Quick-change lever allows for keyless blade changes. Cuts through sheetrock “like a hot knife through butter” with minimal dust kicked up. Users can switch from the included 2-amp battery to a 4-amp battery if longer power is needed.
Some reports of faulty batteries that lasted only one charge. Tends to run loud, and vibration is sometimes an issue. Kit includes a few basic blades and sanders only.
Users like the higher cutting radius, which ranges up to 5 degrees, as well as variable speed and overall power under load that this 4.2 amp tool provides. Quick blade changes with no Allen wrench needed, and accepts "just about any" type of blade. User can change blade angles, too.
Depth and cutting guide not included. LED light doesn’t provide enough illumination. A few reports of blade loosening during use.
Blade changes are relatively simple with Dremel’s Quickfit feature, and the multi-tool runs more quietly than more powerful tools due to its lower 2.3-amp rating.
Some users have difficulty getting the blade attachments to clamp down tightly enough. Hardwoods and heavy work cause power problems for this multitool.
Corded tool provides consistent power, whether cutting floorboards to fit door frames or removing grout around old tiles. No wrench needed to change blades thanks to a quick-lock lever. Non-professionals were overwhelmingly happy with its reliability, particularly on smaller jobs.
Blade switching can be difficult despite quick-lock feature. Reports of tool head misaligning after only a few uses, damaging blades. Reports of ceasing to work after a few uses. Using non-Dremel blades isn’t recommended.
Depth and cutting guide included with kit. Universal fit means blades from other manufacturers usually can be used with this multi-tool. Easy blade switching. Corded unit provides reliable power during use.
Tends to heat up quickly. Sanding pads don’t last long, even with moderate use. Numerous complaints that blade attachments don’t last, and reports of tool quitting after just a few minutes of use.
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An oscillating multi-tool is one of those devices you didn't know you needed, but once you get one, you wonder how you ever managed without it. This go-to tool provides a superb solution for hundreds of awkward tasks, from replacing cracked tile to lifting old flooring to cleaning out grout.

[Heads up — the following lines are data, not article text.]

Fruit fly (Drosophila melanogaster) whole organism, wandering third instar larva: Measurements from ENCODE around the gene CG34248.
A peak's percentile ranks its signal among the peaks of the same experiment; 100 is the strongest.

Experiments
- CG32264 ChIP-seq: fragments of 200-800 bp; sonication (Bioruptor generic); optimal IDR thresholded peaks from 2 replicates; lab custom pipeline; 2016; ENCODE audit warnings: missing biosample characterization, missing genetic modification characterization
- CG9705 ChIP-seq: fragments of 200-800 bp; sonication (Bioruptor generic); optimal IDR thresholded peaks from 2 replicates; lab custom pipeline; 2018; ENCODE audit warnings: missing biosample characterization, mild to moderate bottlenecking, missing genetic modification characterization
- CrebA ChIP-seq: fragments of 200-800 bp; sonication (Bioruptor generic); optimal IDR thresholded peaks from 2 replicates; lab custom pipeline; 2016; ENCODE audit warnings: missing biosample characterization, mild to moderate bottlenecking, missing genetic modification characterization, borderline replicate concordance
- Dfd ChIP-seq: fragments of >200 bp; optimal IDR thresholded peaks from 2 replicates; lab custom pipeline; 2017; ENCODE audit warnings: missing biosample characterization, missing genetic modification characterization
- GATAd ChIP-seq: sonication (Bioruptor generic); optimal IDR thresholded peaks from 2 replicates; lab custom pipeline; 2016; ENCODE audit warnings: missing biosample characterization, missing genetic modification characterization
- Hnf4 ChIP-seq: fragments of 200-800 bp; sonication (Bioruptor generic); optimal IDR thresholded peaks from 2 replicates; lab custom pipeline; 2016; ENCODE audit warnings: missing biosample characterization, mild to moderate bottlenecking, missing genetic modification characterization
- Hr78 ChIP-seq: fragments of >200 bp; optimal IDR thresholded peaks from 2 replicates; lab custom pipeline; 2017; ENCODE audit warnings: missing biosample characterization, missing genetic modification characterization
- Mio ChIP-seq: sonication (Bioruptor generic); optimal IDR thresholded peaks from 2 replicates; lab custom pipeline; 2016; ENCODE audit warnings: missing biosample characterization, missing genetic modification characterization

You can select from cordless and corded models, and there are many task-specific blades and sanding accessories to choose from.
Read our oscillating multi-tool buying guide to look at these versatile devices in more detail. Whether you’re a DIY enthusiast or a pro, there’s something here for you.
The motor of an oscillating multi-tool drives the tool head in a rapid side-to-side motion, just a few degrees each time. This may not sound like much, but it's actually ideal for a wide variety of sawing, cutting, scraping, and sanding tasks.
The blade of an oscillating multi-tool can be attached at a variety of angles. This means you can work in spaces where other tools wouldn't be able to reach. Multi-tool blades have teeth on the leading edge, so when used horizontally, the blade can cut flush, right down to floor level. This is ideal for trimming door frames or skirting; no other tool can perform this task with the same efficiency.
As with many power tools, one of your big decisions when buying an oscillating multi-tool is whether to go corded or cordless.
Cordless oscillating multi-tools have either 12 volts or 18 volts of power. You'll see some that quote 20 volts, but that's peak performance at start-up with no load; they actually run at 18 volts. For occasional DIY tasks, 12 volts may be sufficient, but run times can be as short as 10 to 15 minutes. You’ll get a much more impressive performance with a tool of 18/20 volts, with run times of up to an hour.
Corded oscillating multi-tools motors are rated in amps. A tool with three or four amps is common, but some have up to 5.5 amps. That's pretty awesome for a relatively small handheld tool. And unlike cordless tools, a corded tool will maintain the same level of performance all day.
Corded tools generally have brush motors, the main reason being they are cheap to produce. Cordless multi-tools can have brush or brushless motors. The latter costs more, but it will maintain a consistent performance for considerably longer.
Angle of oscillation
The angle of oscillation (the number of degrees back and forth) varies from one multi-tool to another. Some have a sweep of just a couple of degrees; some have up to five degrees of sweep. In general, small movements provide greater precision for detailed work. A larger sweep provides faster, more aggressive cutting. Although uncommon, there are one or two multi-tools that offer switchable angles, thus providing improved flexibility.
Speed is rated in oscillations per minute (OPM) and can be up to 20,000. More important than a maximum OPM is variability, so you can adjust speed to suit your task. Some oscillating multi-tools rely on trigger pressure; others have dials which allow for more precise setting. The best motors have feedback circuits that can compensate for increased load and maintain power delivery.